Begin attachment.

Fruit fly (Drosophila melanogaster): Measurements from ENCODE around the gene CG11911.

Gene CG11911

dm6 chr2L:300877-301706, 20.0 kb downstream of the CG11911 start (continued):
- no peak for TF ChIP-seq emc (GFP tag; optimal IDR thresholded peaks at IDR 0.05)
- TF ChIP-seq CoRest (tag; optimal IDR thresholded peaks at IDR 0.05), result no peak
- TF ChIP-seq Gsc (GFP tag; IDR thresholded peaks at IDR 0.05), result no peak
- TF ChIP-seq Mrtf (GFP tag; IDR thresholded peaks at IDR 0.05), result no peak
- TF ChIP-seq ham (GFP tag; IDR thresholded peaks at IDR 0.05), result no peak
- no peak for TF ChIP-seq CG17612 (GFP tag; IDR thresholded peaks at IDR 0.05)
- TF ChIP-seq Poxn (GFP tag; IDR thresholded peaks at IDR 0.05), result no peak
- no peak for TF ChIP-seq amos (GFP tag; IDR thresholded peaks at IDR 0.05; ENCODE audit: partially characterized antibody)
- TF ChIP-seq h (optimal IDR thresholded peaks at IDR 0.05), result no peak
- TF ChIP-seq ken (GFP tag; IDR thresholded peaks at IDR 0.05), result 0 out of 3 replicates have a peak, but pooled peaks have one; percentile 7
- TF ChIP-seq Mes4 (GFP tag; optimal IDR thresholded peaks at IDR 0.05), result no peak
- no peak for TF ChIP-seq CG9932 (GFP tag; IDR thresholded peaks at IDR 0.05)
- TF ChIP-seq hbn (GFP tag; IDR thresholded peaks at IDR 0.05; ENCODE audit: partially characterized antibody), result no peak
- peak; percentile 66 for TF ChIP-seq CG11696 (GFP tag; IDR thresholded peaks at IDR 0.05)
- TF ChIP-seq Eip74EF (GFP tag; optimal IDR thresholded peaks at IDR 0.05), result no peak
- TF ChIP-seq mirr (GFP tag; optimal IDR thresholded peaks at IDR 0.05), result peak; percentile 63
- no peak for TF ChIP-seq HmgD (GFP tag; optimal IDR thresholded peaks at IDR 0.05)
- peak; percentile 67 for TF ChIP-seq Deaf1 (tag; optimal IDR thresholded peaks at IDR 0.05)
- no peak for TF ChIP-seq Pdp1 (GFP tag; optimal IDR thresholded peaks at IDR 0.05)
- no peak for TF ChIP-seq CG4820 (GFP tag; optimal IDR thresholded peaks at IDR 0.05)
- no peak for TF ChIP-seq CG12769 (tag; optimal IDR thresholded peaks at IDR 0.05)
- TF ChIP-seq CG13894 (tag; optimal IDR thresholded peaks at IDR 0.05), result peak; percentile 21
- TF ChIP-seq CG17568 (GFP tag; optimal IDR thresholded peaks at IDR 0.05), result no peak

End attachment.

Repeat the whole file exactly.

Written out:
Fruit fly (Drosophila melanogaster): Measurements from ENCODE around the gene CG11911.

Gene CG11911

dm6 chr2L:300877-301706, 20.0 kb downstream of the CG11911 start (continued):
- no peak for TF ChIP-seq emc (GFP tag; optimal IDR thresholded peaks at IDR 0.05)
- TF ChIP-seq CoRest (tag; optimal IDR thresholded peaks at IDR 0.05), result no peak
- TF ChIP-seq Gsc (GFP tag; IDR thresholded peaks at IDR 0.05), result no peak
- TF ChIP-seq Mrtf (GFP tag; IDR thresholded peaks at IDR 0.05), result no peak
- TF ChIP-seq ham (GFP tag; IDR thresholded peaks at IDR 0.05), result no peak
- no peak for TF ChIP-seq CG17612 (GFP tag; IDR thresholded peaks at IDR 0.05)
- TF ChIP-seq Poxn (GFP tag; IDR thresholded peaks at IDR 0.05), result no peak
- no peak for TF ChIP-seq amos (GFP tag; IDR thresholded peaks at IDR 0.05; ENCODE audit: partially characterized antibody)
- TF ChIP-seq h (optimal IDR thresholded peaks at IDR 0.05), result no peak
- TF ChIP-seq ken (GFP tag; IDR thresholded peaks at IDR 0.05), result 0 out of 3 replicates have a peak, but pooled peaks have one; percentile 7
- TF ChIP-seq Mes4 (GFP tag; optimal IDR thresholded peaks at IDR 0.05), result no peak
- no peak for TF ChIP-seq CG9932 (GFP tag; IDR thresholded peaks at IDR 0.05)
- TF ChIP-seq hbn (GFP tag; IDR thresholded peaks at IDR 0.05; ENCODE audit: partially characterized antibody), result no peak
- peak; percentile 66 for TF ChIP-seq CG11696 (GFP tag; IDR thresholded peaks at IDR 0.05)
- TF ChIP-seq Eip74EF (GFP tag; optimal IDR thresholded peaks at IDR 0.05), result no peak
- TF ChIP-seq mirr (GFP tag; optimal IDR thresholded peaks at IDR 0.05), result peak; percentile 63
- no peak for TF ChIP-seq HmgD (GFP tag; optimal IDR thresholded peaks at IDR 0.05)
- peak; percentile 67 for TF ChIP-seq Deaf1 (tag; optimal IDR thresholded peaks at IDR 0.05)
- no peak for TF ChIP-seq Pdp1 (GFP tag; optimal IDR thresholded peaks at IDR 0.05)
- no peak for TF ChIP-seq CG4820 (GFP tag; optimal IDR thresholded peaks at IDR 0.05)
- no peak for TF ChIP-seq CG12769 (tag; optimal IDR thresholded peaks at IDR 0.05)
- TF ChIP-seq CG13894 (tag; optimal IDR thresholded peaks at IDR 0.05), result peak; percentile 21
- TF ChIP-seq CG17568 (GFP tag; optimal IDR thresholded peaks at IDR 0.05), result no peak